Figure 7.

The prostatic lateral ligament.

When preserving neurovascular bundle, to avoid heat damage, use 5 mm clip and cut with scissors. After cutting the lateral ligaments, the lateral side of urethra is identified.

2.5.5. Bunching and cutting of urethra

Bunching of the DVC with Z suture was done (Figure 8). After cutting the DVC proximally, prostate is connecting to the pelvic floor only with the urethra (Figure 9). The urethra is cut as much as possible to preserve the urethra confirming the shape of the prostate. The bag is inserted from the umbilicus port, the prostate gland is stored in the bag, and prostate is removed from umbilicus port. If prostate is large, urachal duct is ligated and cut under umbilicus, it is easy to remove prostate. If lymphadenectomy is necessary, lymphadenectomy is done.

Figure 8.

Bunching of DVC.

Figure 9.

Revealed urethra.

2.5.6. Pelvic lymphadenectomy

Nowadays, lymphadenectomy for diagnosis is not necessary. For several patients with a significant risk for a nodal metastasis, PNLD may be useful for treatment.

Therefore, PLND is recommended in patients with intermediate or high risk.

To consider PLND, one more additional trocar is necessary, at middle lower abdomen. To retract the peritoneum, a 5-mm-sized retractor is inserted from the umbilicus port. Seminal duct and vessels are ligated and cut. Cooper’s ligaments as a lower edge, adipose tissue is detached along external iliac vein and artery. The outside of LND is along the pelvic floor muscle. Obturator nerve and obturator artery and vein are exposed, and dissection is promoted to the inner iliac artery bifurcation. Next, carefully exfoliate the fat between the obturator vessels and the bladder. A thick lymph duct is treated with a sealing device or 5 mm clip.

2.5.7. Anastomosis of bladder neck and urethral stump

The bladder neck and urethral stump are anastomosed using 3-0 monofilament surgical suture at both ends. First, Rocco suturing is performed, after Rocco suturing (Figure 10), the rear wall is sutured with a horizontal mattress, and after closing it, the side walls are continuously sewn as they are. Approximately 10 needles are sewn. Place the urinary catheter in the bladder, inject saline, and check for leaks (Figure 11). Anterior bladder wall is fixed to pubic bone using 3-0 synthetic absorbable surgical suture.

Figure 10.

Rocco suturing.

Figure 11.

Anastomosis of urethra and bladder.

2.5.8. Drain insertion

Incerting the forceps from the left trocar, the tip of the forceps is put the out side of umbilicus port. The end of drain is caught by the forceps and removed from the left trocar. The drain is placed. Usually, drain is removed 2 or 3 days after surgery.

Finally, the wound is closed with buried suture.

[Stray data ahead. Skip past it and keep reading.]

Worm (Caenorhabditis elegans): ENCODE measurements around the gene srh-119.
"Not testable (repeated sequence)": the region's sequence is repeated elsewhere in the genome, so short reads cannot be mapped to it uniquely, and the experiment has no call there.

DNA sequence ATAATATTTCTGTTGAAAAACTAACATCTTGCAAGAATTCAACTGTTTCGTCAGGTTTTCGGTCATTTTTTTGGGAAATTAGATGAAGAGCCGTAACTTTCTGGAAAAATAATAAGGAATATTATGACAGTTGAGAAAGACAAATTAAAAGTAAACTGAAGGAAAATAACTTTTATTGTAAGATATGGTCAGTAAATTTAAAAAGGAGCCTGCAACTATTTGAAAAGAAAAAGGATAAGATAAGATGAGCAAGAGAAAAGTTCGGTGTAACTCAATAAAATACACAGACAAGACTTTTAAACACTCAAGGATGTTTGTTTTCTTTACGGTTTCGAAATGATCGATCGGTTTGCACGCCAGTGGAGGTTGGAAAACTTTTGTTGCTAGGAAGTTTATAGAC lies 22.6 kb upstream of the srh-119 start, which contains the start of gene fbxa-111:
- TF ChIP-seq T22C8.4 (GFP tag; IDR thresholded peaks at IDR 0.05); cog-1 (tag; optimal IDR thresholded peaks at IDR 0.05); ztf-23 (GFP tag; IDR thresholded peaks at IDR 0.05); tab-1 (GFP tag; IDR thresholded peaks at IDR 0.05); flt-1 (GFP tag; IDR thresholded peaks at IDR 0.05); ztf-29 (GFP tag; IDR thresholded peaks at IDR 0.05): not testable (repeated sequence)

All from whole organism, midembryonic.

2.6. Complication

There is no prospective study to compare the efficacy and complication between LRP and reduced port LRP. We think that the quality of reduced port LRP is as same as conventional LRP, because surgical procedure is same. In our experience of LRP, rectal injury occurred in 1% of patients and allogeneic blood transfusion rate was 0% [17].

Rassweiler et al. compared early and late groups of LRP and an open radical prostatectomy group. Mean OR time was 218 min for late laparoscopic surgery and 196 min for open surgery. Transfusion rates were 9.6 and 55.7%, respectively. Complications included rectal injuries (1.4 vs. 1.8%), lymphoceles (0 vs. 6.9%), and anastomotic strictures (4.1 vs. 15.9%, respectively) [18]. Katz et al. reported the incidence of rectal injury is 2% during LRP [19]. Intraoperative recognition of rectal injury is important. When recognizing the rectal injury, multilayer primary closure should be performed before bladder and urethral anastomosis. Filling the water in front of rectum and injection of air into the rectum from anus to check the leaks. When fistula between vesicourethral anastomosis and the rectum, putting temporary artificial anus is necessary. After control of the infection, secondary reconstructive surgery using gracilis muscle flaps between rectum and vesicourethral anastomosis.

Injury of iliac vessels may be occurred during the lateral side trocar placement or along the path of instruments from the lateral side trocar.

The incidence of venous thromboembolism (VTE) of LRP and RALP is very low about 0.5%. However, PLND is the risk of VTE in spite of laparoscopic surgery. Tyritzis et al. reported that the risk of VTE in RALP is 7.52 times when LND is done [20]. The AUA guidelines and EAU guidelines do not recommend the use of prophylactic anticoagulants for LRP and RALP unless patients have known risk of VTE [21, 22]. The use of sequential compression stockings are recommended during the operative and postoperative period.

Urinary stricture is rare. In our experience of LRP, the incidence urinary stricture is 2%. Continence rate of 6 months after surgery is 85.9% in our LRP series.

Complications related to patients positioning, such as pressure injury, are rare. To avoid pressure injury, careful padding of vulnerable body parts (the hips, the shoulders, the knees and the calves) is important.

Open conversion is rare, and it usually occurred during a surgeon’s early experience with LRP.